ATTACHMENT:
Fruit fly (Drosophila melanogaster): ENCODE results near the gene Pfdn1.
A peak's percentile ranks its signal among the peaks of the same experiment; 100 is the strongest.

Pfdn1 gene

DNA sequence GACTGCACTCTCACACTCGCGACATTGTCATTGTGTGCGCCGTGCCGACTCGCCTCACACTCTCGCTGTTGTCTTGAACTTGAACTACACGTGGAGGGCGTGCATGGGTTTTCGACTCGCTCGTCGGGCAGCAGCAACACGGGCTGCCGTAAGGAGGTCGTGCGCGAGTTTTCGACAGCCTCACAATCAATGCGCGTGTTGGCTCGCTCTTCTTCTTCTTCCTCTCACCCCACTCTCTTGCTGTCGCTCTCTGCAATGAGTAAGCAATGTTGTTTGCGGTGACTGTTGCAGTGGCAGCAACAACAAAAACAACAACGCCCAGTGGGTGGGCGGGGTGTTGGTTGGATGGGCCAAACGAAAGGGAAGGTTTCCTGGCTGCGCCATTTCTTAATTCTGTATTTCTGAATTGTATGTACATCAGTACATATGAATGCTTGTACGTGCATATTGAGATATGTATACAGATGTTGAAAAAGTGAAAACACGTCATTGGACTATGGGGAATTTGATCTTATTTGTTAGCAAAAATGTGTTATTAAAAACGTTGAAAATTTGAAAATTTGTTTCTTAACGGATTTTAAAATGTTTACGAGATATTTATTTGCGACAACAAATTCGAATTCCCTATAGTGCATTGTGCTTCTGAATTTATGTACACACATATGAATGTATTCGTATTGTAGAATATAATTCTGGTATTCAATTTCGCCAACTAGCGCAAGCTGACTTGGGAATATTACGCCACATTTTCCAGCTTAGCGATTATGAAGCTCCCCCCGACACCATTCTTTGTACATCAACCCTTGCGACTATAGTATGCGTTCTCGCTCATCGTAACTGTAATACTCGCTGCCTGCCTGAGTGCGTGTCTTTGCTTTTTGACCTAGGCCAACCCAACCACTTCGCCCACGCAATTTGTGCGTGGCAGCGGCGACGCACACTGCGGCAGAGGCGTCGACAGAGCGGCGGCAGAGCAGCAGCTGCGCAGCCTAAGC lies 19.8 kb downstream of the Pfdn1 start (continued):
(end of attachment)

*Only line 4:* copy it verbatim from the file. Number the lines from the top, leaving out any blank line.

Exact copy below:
DNA sequence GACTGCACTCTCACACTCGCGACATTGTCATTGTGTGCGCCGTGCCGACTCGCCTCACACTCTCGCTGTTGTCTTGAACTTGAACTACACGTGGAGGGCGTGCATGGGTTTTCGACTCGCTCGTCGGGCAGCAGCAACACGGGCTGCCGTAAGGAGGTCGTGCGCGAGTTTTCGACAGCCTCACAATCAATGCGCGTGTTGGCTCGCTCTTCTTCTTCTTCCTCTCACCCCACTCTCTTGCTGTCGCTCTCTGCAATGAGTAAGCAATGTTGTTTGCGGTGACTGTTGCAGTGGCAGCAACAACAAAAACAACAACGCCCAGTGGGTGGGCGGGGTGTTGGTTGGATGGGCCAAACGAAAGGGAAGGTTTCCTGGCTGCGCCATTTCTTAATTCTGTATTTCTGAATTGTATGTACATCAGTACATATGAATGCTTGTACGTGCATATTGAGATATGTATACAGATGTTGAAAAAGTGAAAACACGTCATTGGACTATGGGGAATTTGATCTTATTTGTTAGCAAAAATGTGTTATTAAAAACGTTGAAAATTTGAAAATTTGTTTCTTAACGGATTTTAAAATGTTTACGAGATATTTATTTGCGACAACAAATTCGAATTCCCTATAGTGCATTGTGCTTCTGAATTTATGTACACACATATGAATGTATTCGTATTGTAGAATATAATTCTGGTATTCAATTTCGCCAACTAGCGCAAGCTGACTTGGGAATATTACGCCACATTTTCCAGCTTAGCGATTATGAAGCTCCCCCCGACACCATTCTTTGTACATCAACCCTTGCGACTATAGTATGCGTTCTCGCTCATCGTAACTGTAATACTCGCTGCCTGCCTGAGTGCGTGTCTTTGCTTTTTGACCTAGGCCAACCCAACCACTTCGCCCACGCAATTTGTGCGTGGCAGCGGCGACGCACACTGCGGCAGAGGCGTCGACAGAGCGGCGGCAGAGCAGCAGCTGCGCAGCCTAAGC lies 19.8 kb downstream of the Pfdn1 start (continued):